Like you, I’m a busy person. I have five children, four of whom play musical instruments. I have an extended family that needs love and attention. I’m actively involved in the community. My husband has a job that requires my help, and it also requires a lot of traveling for him. I’m trying to make a career for myself as a writer of children’s books, which means I have to write every day. It also means I occasionally edit books for other writers.
Today, around two o’clock, my four-year-old crawled into my lap. I was simultaneously reading a friend’s work and trying to work on my own. At two forty-five, I would have to leave to begin picking kids up from school. The house was messy. We have house guests right now, and dinner needed preparing. Laundry needed to be moved over, and on and on.
“Is it time to read books yet?” she said, putting my face between her hands. Seven years ago, when my oldest was four, my answer to that question would unequivocally have been yes. I probably read to my oldest two, many hours a day. This was easy for me because I love to read aloud, and I love children’s books.
But it’s not easy any more. I have so much to do all the time. But Flannery, my youngest, and I only have so much time left with her at home, so I agreed and pulled some short books and a few longer books off the shelf. We read the short books first, so she felt like she’d read “a lot” of books. Then we hit the longer ones.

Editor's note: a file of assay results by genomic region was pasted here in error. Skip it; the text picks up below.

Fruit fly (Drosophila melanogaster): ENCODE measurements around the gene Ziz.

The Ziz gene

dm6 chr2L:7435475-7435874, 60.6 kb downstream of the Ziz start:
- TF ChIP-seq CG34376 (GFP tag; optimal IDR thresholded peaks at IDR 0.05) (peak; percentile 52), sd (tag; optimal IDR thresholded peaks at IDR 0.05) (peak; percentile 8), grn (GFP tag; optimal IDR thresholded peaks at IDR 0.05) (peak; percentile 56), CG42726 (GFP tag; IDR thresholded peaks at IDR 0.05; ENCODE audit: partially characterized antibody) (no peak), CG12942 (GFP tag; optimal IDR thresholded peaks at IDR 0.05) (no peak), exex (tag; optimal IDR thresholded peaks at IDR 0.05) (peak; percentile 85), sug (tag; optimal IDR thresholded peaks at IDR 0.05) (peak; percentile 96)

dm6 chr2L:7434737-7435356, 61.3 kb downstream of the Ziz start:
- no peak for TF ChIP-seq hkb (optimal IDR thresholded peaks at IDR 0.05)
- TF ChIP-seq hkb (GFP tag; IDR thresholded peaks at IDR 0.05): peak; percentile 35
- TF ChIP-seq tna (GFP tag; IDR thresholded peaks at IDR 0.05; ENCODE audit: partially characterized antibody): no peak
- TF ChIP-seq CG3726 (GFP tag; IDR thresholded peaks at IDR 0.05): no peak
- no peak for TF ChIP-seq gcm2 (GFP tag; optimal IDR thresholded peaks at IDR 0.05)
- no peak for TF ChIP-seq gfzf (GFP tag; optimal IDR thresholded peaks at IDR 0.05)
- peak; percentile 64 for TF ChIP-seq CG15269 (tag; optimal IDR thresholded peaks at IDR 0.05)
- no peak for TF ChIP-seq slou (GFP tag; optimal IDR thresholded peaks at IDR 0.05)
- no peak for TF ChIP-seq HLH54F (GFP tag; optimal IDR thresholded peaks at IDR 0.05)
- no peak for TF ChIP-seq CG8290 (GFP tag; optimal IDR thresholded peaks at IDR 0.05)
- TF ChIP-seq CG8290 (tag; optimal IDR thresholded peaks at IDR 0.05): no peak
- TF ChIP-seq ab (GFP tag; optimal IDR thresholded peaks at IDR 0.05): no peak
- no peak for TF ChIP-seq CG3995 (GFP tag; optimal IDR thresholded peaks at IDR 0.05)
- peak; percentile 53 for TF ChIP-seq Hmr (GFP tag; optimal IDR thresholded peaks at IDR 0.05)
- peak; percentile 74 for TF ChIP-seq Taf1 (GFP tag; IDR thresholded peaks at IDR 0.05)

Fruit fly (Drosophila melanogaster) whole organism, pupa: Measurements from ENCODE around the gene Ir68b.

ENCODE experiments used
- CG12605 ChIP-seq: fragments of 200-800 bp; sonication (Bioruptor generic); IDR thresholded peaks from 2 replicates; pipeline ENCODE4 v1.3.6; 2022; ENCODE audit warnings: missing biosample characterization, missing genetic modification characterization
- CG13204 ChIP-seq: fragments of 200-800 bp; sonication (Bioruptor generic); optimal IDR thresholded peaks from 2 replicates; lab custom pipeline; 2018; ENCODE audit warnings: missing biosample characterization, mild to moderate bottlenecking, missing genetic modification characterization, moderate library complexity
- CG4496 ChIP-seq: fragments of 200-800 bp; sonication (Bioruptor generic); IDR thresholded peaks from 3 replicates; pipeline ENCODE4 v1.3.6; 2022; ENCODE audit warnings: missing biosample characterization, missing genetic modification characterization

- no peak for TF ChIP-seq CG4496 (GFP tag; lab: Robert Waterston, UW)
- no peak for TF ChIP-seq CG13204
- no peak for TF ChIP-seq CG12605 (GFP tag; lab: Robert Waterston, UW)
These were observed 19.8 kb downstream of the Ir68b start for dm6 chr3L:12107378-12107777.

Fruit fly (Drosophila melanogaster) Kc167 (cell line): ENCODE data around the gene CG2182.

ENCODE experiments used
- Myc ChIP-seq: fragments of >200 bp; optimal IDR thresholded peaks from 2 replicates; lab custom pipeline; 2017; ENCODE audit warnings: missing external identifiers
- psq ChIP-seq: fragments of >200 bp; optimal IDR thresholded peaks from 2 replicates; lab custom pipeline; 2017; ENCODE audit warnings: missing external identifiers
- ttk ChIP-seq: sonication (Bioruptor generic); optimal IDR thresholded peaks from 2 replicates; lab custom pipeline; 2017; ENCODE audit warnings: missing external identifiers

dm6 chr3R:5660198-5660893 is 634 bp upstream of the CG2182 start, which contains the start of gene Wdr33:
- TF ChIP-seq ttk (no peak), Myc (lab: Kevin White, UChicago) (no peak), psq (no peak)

We made faces, we laughed, we snuggled, and the bond between us grew. I don’t have a lot of time for this kind of one on one bonding, not as much as I did when I just had two or three children, none of whom were in school and involved in a million activities.
Reading packs a bonding punch. Reading with your child is quality time on steroids. It builds brains cells, both theirs and yours. It generates creative thoughts, both theirs and yours. It teaches everyone oral language skills, reading skills, writing skills, and a love of learning. It allows for essential physical contact in the form of a snuggle. You get to know your child when you read books to them. You understand what kinds of stories they love, what questions they have about the world, what makes them laugh, what makes them sad. You can help them find their passions, interests, and desires. Especially if you continue to read even after they can read to themselves.
The other day I was driving home from somewhere, and the thought occurred to me that life can change in an instant. I asked myself what I would do today if I knew things would completely change tomorrow. It didn’t take long for me to decide. I would go home and snuggle with my children, in groups of ones and twos and threes. I would hug them and tell them I loved them, and we would read our favorite stories together. We would talk about them, and while talking about these stories we would talk about our lives. They would know what was important to me, and I would know what was important to them, and we would know we were important to each other.
The number one reason to read to your child is so that you both know how important you are to one another.